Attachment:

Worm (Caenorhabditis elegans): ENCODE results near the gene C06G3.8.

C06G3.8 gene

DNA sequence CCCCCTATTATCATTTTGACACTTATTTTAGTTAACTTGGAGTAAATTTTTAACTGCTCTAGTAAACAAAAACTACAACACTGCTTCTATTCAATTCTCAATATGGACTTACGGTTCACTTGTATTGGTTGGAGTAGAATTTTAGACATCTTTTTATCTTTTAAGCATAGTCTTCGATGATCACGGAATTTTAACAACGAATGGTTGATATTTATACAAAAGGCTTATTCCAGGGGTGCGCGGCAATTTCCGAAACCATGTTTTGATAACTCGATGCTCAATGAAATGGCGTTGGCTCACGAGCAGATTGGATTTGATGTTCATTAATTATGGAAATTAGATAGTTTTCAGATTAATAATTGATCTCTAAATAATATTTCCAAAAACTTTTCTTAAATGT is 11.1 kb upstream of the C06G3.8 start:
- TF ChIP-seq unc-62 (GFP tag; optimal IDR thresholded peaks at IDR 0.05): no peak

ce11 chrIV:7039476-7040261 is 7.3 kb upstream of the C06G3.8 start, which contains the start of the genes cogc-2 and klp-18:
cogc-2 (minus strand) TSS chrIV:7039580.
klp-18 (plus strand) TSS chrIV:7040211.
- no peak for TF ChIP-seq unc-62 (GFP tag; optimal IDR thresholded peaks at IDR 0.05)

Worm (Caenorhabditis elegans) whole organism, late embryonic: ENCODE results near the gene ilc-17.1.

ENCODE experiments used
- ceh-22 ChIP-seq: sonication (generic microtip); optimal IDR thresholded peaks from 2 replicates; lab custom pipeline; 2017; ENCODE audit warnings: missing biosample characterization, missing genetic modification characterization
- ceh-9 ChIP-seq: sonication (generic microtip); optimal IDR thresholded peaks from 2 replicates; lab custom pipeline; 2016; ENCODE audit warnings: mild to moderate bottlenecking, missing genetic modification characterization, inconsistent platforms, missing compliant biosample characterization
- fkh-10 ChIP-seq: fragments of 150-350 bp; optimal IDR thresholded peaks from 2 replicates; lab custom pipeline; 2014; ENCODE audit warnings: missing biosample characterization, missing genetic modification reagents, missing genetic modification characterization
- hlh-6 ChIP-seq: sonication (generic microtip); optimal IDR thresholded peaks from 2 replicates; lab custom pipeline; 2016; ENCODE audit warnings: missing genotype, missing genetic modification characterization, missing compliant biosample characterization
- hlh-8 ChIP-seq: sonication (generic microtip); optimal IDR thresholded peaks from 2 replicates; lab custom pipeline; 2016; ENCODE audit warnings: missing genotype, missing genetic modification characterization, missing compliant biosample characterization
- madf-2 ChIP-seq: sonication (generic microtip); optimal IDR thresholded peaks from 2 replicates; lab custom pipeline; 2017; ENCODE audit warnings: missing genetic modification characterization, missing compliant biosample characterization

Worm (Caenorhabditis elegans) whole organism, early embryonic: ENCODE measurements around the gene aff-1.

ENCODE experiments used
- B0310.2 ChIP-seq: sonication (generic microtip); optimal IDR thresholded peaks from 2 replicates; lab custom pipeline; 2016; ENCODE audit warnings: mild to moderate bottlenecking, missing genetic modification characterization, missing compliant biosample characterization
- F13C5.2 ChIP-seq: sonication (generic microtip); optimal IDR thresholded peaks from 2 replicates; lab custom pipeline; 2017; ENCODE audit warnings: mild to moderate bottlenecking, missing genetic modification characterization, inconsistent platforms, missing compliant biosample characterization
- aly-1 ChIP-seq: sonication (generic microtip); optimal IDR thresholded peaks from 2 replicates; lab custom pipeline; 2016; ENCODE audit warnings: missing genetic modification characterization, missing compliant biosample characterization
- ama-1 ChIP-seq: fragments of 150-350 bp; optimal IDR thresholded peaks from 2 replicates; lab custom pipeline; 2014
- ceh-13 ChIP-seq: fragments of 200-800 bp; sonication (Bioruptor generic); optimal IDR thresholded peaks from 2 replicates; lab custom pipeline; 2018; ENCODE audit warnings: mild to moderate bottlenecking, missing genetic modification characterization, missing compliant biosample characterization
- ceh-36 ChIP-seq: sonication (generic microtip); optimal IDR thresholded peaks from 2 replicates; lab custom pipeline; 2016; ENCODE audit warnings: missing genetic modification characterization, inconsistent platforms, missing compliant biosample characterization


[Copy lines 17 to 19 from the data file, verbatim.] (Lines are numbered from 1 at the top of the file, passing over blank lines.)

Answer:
Worm (Caenorhabditis elegans) whole organism, early embryonic: ENCODE measurements around the gene aff-1.

ENCODE experiments used
- B0310.2 ChIP-seq: sonication (generic microtip); optimal IDR thresholded peaks from 2 replicates; lab custom pipeline; 2016; ENCODE audit warnings: mild to moderate bottlenecking, missing genetic modification characterization, missing compliant biosample characterization